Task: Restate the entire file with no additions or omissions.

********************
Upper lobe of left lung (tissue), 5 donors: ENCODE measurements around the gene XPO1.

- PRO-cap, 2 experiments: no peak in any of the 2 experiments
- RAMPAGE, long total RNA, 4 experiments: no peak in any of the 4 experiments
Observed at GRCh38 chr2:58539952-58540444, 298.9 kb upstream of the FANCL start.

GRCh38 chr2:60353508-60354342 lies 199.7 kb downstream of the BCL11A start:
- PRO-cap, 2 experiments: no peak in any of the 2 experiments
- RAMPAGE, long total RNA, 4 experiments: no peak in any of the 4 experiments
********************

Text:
Upper lobe of left lung (tissue), 5 donors: ENCODE measurements around the gene XPO1.

- PRO-cap, 2 experiments: no peak in any of the 2 experiments
- RAMPAGE, long total RNA, 4 experiments: no peak in any of the 4 experiments
Observed at GRCh38 chr2:58539952-58540444, 298.9 kb upstream of the FANCL start.

GRCh38 chr2:60353508-60354342 lies 199.7 kb downstream of the BCL11A start:
- PRO-cap, 2 experiments: no peak in any of the 2 experiments
- RAMPAGE, long total RNA, 4 experiments: no peak in any of the 4 experiments